And how one student who has been in the 6th grade three times will just be promoted because he's getting too old to be around children that young. And what will we do when he has to just drop out because he doesn't understand it. And he has to sell drugs to make any decent money because he has no desire to work at McDonald's for $6 an hour for the rest of his life. And no one's ever told him he needs his education to avoid that life. And that better things are possible no matter where you come from or who your parents are. What about all the juniors in that Baltimore high school who don't believe they can go to college? Even the smart ones who work hard? Or what about the fact that the honors class includes students who have a C average or better? Or the fact there are no Advanced Placement or International Baccalaureate programs in these schools and may never be? How long can we continue to not fight for equal education.
Swann v. Charlotte-Mecklenburg Board of Education started in my home school system in 1971. Its purpose was to enforce busing as a method to integrate schools since separate but equal was anything but. It was passed, helping Charlotte-Mecklenburg Schools become one of the best public school systems in the state for all children. But you will still see a marked difference between the predominately black schools and the predominately white ones if for no other reason than they have better teachers they can retain, parental involvement leading to matching corporate funds for activities. About 6 years ago, a white parent complained the Swann ruling discriminated against her child because the child was kept out of some school because she was white. So it was overturned or re-worked to revert back to neighborhood (see segregated) schools. The decline has begun.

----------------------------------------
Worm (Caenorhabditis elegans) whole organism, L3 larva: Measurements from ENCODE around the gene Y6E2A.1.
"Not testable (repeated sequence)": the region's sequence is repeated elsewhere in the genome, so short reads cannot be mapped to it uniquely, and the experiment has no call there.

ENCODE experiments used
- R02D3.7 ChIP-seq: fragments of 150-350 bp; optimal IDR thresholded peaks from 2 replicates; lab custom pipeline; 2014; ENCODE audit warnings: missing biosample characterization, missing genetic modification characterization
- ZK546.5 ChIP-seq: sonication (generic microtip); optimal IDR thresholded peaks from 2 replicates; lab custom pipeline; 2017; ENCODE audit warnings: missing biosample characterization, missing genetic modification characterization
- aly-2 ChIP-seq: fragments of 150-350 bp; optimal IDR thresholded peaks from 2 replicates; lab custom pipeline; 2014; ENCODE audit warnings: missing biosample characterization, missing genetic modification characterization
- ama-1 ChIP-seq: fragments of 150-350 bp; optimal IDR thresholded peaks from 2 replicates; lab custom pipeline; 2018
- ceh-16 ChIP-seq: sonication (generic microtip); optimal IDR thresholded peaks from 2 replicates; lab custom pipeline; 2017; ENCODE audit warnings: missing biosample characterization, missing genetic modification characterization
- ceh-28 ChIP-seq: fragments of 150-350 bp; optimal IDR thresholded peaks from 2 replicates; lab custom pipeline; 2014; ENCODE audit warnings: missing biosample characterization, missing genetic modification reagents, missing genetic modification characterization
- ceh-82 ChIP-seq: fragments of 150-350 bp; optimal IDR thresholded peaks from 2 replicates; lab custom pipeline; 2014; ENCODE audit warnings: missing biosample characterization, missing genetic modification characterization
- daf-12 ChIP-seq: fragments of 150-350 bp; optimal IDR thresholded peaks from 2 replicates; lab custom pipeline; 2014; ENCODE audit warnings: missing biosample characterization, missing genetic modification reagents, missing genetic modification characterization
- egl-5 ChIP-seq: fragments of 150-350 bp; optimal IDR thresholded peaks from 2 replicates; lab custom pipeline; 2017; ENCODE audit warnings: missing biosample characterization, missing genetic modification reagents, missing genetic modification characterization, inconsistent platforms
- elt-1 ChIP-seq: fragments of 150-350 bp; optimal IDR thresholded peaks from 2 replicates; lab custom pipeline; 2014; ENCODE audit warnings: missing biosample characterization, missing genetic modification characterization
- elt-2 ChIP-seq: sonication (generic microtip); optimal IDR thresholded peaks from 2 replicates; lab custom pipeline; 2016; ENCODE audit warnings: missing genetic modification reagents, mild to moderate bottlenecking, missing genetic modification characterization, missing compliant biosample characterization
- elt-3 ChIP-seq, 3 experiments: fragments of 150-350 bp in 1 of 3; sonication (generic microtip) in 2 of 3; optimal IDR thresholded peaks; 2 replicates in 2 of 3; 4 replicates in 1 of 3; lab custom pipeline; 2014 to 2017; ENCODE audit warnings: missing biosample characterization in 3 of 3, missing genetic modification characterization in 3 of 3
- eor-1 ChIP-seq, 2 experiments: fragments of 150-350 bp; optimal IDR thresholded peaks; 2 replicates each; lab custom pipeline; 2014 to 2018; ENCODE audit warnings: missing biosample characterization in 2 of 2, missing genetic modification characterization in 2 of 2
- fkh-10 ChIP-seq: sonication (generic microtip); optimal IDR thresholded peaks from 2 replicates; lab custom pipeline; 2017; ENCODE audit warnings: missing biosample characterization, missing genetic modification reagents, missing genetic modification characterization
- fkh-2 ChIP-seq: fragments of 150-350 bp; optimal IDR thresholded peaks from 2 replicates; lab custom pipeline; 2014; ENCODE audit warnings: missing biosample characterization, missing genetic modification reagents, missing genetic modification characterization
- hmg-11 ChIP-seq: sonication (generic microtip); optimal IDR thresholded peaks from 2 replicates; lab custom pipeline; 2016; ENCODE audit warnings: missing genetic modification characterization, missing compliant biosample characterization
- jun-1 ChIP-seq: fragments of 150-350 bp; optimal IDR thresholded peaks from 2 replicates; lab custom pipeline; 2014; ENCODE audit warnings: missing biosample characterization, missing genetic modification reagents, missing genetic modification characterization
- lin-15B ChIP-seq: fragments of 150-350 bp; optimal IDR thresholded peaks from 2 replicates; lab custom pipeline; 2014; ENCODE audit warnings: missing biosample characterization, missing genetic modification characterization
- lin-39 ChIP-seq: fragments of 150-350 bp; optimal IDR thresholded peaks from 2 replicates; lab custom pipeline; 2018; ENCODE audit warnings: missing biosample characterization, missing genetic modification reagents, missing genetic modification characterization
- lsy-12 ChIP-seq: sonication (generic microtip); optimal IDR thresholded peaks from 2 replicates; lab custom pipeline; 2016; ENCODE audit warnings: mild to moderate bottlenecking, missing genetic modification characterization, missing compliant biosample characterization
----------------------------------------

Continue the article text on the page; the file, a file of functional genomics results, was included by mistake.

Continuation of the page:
History is cyclical. If you don't know your past, you are doomed to repeat it. There are people in positions of power who have never had a Black person in their homes, never been to a Black person's home, would discourage their children from Black friends or dating Black people, and most famously, have used the phrase, "Some of my best friends are Black." And in some cases, they don't even know what they're saying and how their actions speak louder than their diversity words. One visiting professional to Hampton talked to us about how she was often the only Black person and sometimes only woman in boardrooms. She looked at a magazine and saw no Black faces. She asked if they wanted Black people to read the magazine and buy the products? Of course they said yes. She then pointed out there was not a single Black face in the entire magazine. Because they were all white, and all male, they hadn't noticed. It doesn't directly impact their lives so its hard for them to see. That's why we're a necessity. Not only in boardrooms, but in every other decision making arm of our nation that shapes our future. Attorneys, law enforcement, journalists, publishers, accountants, politicians, executives, TEACHERS. Our future is too important to but into someone else's hands. It starts in the classroom.
Previous State of Black America Posts:
Part I: The Athlete
Part II: Katrina
Part III: Hair
Part IV: Rapists and Child Molesters
Part V: Names